Editorial: One morning in Kennett Township
● By Richard Gaw
Suddenly, gunshots permeate the early morning gray. A registered gun owner begins what has become his daily ritual – a few rounds before work, fired into a target on his property. The sound – Pop! Pop! -- has become Kennett Township's unofficial morning bugle call, a revelry blast that informs all neighbors within earshot that he is within his legal right to take aim at a target with a firearm and shoot. To many residents, the gunshots are a defiant sound, an in-your-face privilege given to him by a combination of the Second Amendment and a binder full of signed legislation that legally allows him to take careful aim upon that target.
The gun owner is midway through his second round when less than a mile away, a mother pulls herself out of bed, dresses in workout apparel appropriate for the weather, laces up her running shoes, and leaves her husband and daughter to fend for themselves for an hour or so while she drinks in the cold comfort of familiarity – the winding roads, the world not yet fully awake, and the quiet rhythm of her motion. And so the township beats on, a day just like any other. A runner runs, and a shotgun fires.
On Oct. 20, 2014, by a 138-56 vote, the Pennsylvania State House and Senate approved House Bill 80, which significantly amended the Pennsylvania Uniform Firearms Act, thus clearing the way for organizations like the National Rifle Association to sue townships and municipalities that have enacted firearms ordinances that are stricter than those currently on the state's ledger. The bill greatly increases the damages that can be recovered by a plaintiff, including attorney fees, expert witness fees, costs and compensation for lost income.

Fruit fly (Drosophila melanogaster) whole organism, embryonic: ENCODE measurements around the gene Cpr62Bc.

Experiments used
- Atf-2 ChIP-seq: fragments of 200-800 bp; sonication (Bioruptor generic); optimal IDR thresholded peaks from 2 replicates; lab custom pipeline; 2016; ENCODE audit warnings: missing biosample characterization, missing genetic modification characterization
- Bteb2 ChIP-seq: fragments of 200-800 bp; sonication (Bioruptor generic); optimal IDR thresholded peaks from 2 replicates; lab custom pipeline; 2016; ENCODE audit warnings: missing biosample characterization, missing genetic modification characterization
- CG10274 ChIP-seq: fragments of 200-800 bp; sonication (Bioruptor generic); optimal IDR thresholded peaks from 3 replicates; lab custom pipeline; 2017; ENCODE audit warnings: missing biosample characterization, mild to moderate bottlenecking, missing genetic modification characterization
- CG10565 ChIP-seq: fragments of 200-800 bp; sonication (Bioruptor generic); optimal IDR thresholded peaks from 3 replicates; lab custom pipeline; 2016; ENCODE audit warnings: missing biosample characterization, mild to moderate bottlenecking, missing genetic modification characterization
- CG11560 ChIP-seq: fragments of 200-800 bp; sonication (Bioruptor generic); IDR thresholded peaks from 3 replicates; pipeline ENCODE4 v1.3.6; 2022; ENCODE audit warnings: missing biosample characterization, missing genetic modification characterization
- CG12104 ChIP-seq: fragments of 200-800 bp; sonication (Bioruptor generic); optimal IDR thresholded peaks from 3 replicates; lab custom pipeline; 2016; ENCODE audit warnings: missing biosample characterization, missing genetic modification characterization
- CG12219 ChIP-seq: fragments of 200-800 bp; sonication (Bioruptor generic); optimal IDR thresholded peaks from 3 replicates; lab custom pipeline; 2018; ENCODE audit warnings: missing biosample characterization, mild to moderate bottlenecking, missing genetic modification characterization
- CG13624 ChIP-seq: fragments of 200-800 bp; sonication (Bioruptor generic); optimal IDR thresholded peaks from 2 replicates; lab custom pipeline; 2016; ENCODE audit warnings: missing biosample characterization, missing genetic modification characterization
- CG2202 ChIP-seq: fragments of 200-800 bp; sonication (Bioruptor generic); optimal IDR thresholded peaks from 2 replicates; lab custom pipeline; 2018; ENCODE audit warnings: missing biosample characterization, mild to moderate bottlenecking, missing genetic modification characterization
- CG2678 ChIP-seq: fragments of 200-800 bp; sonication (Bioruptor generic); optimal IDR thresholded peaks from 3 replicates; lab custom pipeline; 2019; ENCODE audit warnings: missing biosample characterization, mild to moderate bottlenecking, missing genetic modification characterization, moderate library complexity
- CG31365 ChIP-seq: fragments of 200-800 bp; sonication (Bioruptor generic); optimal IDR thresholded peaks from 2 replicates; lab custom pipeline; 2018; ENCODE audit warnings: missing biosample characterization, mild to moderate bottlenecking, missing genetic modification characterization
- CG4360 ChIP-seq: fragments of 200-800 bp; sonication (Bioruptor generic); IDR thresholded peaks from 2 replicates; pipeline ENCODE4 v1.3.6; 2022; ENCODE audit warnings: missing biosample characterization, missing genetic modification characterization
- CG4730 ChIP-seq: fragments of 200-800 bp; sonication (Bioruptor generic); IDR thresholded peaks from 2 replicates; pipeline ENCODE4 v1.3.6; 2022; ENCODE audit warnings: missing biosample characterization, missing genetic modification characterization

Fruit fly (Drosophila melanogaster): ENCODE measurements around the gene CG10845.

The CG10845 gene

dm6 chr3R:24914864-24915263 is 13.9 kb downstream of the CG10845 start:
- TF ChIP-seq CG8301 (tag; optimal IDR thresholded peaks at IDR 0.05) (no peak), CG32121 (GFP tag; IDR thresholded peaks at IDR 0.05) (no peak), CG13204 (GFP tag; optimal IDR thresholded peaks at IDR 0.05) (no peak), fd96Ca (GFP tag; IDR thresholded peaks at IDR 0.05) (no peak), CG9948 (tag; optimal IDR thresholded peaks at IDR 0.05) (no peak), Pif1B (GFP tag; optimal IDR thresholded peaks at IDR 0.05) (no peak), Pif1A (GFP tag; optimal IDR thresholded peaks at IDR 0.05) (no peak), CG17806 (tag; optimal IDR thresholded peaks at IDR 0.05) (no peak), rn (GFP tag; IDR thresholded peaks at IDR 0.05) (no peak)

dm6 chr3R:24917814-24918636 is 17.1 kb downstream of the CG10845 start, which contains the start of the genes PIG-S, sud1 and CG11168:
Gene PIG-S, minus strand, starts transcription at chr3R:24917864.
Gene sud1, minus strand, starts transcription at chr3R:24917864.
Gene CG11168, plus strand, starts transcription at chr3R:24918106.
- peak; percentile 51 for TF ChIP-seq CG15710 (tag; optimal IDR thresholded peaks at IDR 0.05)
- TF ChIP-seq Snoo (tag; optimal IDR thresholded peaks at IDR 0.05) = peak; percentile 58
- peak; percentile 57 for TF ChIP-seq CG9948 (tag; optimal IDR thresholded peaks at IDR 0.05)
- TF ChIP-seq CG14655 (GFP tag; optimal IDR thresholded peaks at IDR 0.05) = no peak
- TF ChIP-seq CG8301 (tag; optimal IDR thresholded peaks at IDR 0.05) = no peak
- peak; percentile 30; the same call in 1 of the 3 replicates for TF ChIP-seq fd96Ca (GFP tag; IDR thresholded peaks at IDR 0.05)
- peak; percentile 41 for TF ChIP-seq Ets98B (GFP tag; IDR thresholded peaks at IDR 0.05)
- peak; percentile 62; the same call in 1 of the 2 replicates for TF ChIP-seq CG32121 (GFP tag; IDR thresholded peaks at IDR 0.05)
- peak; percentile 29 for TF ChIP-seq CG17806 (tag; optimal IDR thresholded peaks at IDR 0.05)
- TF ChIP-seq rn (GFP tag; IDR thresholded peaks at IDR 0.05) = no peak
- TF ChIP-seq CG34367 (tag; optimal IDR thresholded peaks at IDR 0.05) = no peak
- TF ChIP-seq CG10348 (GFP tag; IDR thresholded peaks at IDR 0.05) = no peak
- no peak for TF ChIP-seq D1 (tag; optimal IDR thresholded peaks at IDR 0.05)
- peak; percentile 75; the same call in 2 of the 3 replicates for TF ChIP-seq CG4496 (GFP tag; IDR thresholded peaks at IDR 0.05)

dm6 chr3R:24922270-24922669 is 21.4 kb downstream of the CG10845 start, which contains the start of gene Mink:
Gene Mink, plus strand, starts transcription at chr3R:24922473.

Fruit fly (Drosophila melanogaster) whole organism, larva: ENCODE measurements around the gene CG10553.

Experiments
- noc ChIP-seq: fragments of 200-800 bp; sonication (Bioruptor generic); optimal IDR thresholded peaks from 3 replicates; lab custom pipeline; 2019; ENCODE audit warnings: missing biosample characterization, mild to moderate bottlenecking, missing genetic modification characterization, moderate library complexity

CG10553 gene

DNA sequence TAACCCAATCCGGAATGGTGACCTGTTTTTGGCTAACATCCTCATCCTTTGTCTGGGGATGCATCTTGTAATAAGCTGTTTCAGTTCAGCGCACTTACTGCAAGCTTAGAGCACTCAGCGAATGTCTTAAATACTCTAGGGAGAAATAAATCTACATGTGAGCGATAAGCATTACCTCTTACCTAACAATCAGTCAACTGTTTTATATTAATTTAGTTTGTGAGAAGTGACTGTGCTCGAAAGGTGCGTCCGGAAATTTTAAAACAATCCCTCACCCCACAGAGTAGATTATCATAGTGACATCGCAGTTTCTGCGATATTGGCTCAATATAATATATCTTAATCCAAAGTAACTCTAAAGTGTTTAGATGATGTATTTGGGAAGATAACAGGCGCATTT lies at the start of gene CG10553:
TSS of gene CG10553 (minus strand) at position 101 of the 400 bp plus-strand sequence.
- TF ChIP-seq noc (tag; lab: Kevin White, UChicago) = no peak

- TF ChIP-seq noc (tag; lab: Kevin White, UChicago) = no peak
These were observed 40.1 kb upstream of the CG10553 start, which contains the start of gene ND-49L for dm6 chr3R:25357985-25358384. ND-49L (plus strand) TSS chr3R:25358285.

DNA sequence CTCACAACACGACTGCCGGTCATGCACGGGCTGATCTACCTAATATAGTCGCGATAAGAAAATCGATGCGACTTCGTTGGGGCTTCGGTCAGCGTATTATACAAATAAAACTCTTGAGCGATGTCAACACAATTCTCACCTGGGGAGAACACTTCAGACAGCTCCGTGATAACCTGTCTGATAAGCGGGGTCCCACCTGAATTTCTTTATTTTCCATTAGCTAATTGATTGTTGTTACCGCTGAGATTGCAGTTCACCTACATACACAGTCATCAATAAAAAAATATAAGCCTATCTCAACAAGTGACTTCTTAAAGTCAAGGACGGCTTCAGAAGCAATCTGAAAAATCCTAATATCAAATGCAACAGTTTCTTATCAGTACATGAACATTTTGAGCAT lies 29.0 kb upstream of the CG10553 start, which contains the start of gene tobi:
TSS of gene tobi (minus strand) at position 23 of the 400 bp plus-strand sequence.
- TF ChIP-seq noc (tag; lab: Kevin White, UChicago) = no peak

The law was four years in the making before it was passed, orchestrated by a persistent gun lobby that hounded state legislature to grant them a special standing to sue municipalities who had passed their own gun ordinances and did so not to punish responsible gun owners but to better protect their citizens. Thus, with one swift measure, the gun ordinances enacted by the cities of Philadelphia, Pittsburgh and Harrisburg, as well as those passed by 28 municipalities in Pennsylvania – Kennett Township among them – were rendered meaningless. On Nov. 5, the Kennett Township Board of Supervisors passed a motion to enter the township as a party plaintiff in a lawsuit against the Commonwealth, but on Dec. 17, it voted to repeal its gun laws, to eliminate the potential of being sued by the NRA.
For the better part of a year, the Kennett Township Board of Supervisors and their township solicitor, with input from township citizens, took a rough outline of gun laws taken from other municipalities, went over them word for word, and polished them until they were nearly crystalline perfect. One of the laws provided guidelines as to when firearms can be used. Now, there are no laws that dictate the hours a gun owner can shoot in the township. They've all been wiped away. Thus, the gun owner is free to shoot whenever he wants, such as on this cold February morning.
In a split second, his concentration has wavered. He is distracted from his target practice by a lone deer that has emerged from the corner of his property. An errant gun shot goes off, not in the direction of the target but somewhere else, somewhere the bullet is not supposed to go. Out there. Towards humanity. It was not his intention. It never is.
The runner has rounded a bend along Fairville Road. She has picked up her pace now. She breathes in the crisp air. For a moment, she feels unstoppable.